Fw: [plt-scheme] identifier binding to undefined identifier

From: Jos Koot (jos.koot at telefonica.net)
Date: Mon Nov 3 11:05:13 EST 2008

It appears that I did not cc my email on this topic to the PLT list.
Sorry. I am sure my answer is just the same as yours.

----- Original Message ----- 
From: "Jos Koot" <jos.koot at telefonica.net>
To: "Jon Rafkind" <workmin at ccs.neu.edu>
Sent: Monday, November 03, 2008 11:20 AM
Subject: Re: [plt-scheme] identifier binding to undefined identifier

>I answer because I did not see a reply from a more expert member of the 
>list. In case my answer is not fully acurate, I will certainly be 
> You won't have this problem within modules. It is a top level problem. In 
> a REPL for instance, the macro, i.e. syntax-transformer running at 
> expansion time, cannot know whether or not the identifier will be defined 
> later. At the top level every identifier that has no other binding is,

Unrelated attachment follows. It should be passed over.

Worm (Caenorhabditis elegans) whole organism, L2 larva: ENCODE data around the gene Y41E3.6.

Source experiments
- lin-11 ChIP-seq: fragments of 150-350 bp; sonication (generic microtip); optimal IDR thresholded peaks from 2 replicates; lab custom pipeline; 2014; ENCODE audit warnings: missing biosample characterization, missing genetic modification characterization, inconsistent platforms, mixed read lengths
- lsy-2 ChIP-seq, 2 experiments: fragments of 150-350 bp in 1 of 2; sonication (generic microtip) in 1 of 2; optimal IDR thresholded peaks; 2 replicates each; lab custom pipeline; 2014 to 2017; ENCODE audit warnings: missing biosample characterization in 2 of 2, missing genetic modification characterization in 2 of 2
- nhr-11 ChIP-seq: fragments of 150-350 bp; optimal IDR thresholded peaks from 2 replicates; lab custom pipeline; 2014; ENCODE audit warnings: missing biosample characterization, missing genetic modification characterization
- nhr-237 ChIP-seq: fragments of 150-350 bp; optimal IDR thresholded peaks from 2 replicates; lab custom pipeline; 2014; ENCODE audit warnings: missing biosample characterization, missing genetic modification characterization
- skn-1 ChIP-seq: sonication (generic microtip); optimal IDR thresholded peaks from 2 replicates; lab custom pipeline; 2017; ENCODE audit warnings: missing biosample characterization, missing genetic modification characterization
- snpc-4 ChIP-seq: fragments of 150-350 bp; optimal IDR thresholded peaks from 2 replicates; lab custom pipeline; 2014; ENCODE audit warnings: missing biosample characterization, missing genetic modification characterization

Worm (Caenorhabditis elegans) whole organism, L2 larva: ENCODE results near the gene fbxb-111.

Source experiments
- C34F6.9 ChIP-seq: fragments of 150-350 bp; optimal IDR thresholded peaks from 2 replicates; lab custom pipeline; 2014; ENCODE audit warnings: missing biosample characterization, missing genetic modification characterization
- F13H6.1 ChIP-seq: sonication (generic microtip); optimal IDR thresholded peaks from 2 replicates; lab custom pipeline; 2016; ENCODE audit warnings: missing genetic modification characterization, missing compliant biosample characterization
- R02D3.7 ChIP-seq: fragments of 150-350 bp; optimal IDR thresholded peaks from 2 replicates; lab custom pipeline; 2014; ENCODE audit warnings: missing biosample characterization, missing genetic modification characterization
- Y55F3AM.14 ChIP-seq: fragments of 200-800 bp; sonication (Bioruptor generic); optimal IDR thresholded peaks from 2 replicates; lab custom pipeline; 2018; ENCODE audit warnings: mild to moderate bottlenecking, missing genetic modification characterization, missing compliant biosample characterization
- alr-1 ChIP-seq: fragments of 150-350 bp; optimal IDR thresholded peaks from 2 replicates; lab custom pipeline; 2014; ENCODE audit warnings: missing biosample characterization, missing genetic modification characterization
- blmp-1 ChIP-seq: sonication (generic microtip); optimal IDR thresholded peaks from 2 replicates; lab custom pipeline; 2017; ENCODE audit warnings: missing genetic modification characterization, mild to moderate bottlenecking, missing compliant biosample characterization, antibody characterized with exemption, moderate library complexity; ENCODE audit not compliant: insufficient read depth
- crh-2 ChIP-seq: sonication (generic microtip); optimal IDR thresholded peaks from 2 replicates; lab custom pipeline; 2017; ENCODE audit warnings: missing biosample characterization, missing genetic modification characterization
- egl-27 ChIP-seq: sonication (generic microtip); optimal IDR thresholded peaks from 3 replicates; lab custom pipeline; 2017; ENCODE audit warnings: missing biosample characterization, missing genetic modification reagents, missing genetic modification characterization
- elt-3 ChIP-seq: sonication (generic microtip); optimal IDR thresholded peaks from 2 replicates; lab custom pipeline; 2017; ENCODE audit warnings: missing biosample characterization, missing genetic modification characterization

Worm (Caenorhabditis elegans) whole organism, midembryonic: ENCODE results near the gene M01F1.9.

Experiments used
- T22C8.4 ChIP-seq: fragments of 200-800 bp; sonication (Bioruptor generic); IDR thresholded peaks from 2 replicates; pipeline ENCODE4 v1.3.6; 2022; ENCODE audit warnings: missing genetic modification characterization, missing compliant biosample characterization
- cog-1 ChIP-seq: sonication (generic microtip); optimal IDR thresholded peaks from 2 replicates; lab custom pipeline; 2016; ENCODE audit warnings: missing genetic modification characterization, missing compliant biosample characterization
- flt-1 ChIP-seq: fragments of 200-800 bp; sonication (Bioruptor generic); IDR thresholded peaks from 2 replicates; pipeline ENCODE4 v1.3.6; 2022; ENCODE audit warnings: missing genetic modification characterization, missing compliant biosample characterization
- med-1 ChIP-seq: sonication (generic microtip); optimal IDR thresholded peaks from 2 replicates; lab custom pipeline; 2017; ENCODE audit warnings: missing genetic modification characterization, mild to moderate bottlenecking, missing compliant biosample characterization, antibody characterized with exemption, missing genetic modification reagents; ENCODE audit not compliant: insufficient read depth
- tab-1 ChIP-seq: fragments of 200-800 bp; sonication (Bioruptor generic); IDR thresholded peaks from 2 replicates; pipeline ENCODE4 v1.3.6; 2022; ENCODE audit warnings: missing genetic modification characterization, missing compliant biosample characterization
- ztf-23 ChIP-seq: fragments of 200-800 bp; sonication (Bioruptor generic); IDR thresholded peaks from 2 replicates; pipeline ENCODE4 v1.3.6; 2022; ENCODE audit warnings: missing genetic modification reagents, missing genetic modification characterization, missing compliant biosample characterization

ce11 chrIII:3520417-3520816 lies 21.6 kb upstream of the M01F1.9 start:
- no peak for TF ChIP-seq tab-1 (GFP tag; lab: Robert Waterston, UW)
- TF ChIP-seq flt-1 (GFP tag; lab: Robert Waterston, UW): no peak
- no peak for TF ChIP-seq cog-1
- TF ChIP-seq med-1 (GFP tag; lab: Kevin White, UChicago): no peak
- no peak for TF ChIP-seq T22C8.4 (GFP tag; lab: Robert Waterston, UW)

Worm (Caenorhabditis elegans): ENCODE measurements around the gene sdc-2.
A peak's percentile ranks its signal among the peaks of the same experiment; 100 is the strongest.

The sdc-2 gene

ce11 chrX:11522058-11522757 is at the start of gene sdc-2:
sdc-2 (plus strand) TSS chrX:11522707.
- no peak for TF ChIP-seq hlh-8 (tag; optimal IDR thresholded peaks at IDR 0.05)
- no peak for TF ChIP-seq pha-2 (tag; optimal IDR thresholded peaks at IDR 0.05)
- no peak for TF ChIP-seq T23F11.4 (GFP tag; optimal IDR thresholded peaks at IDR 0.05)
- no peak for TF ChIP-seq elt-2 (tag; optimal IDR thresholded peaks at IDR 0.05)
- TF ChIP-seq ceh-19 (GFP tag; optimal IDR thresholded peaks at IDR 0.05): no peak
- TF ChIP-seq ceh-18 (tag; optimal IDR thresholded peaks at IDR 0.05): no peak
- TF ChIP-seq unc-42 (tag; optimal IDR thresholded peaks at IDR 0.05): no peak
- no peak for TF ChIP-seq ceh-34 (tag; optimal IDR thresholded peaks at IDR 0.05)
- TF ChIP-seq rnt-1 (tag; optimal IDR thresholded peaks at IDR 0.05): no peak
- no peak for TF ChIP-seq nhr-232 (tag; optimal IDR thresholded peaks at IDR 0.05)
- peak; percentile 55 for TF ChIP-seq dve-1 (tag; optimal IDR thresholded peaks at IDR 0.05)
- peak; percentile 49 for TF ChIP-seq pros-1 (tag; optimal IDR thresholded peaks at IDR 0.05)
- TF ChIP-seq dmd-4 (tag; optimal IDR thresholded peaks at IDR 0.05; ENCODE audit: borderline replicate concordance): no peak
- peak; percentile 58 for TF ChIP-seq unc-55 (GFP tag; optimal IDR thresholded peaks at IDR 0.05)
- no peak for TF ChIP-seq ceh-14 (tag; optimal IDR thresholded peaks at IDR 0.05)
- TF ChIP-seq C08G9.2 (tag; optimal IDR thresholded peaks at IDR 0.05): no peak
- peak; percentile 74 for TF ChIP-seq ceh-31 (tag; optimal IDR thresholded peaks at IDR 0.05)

> during expansion, supposed to be bound at top level. Without this, it 
> would not be possible to define a procedure in a REPL in terms of 
> procedures yet to be defined.
> (define (foo x) (bar (bar x)))
> ;During expansion identifier `bar' must be supposed to be bound later at 
> top level.
> (define (bar x) (+ x 1))
> ;And now `'bar' is bound indeed.
> (foo 3) ; --> 5
> In a module forward references are no problem, because a module is 
> expanded as a whole and can therefore see forward references.
> Jos
> ----- Original Message ----- 
> From: "Jon Rafkind" <workmin at ccs.neu.edu>
> To: "PLT-list" <plt-scheme at list.cs.brown.edu>
> Sent: Monday, November 03, 2008 12:40 AM
> Subject: [plt-scheme] identifier binding to undefined identifier
>> The docs say identifier-binding returns #f is the binding is a top-level 
>> binding but what if there is no binding at all?
>> ;; (define y 2)
>> (define-syntax (bar stx)
>>  (syntax-case stx ()
>>    ((_ id)
>>     (begin
>>       (printf "binding at ~a\n" (identifier-binding #'id))
>>       #'id))))
>> (define-syntax foo
>>  (syntax-rules ()
>>    ((_) (let ((x 1))
>>           (bar y)))))
>> (foo)
>> This program prints "binding at #f" when (define y 2) is uncommented or 
>> not. What is the rationale for this? It seems more logical to return 
>> 'top-level if the identifier is bound at the top-level.
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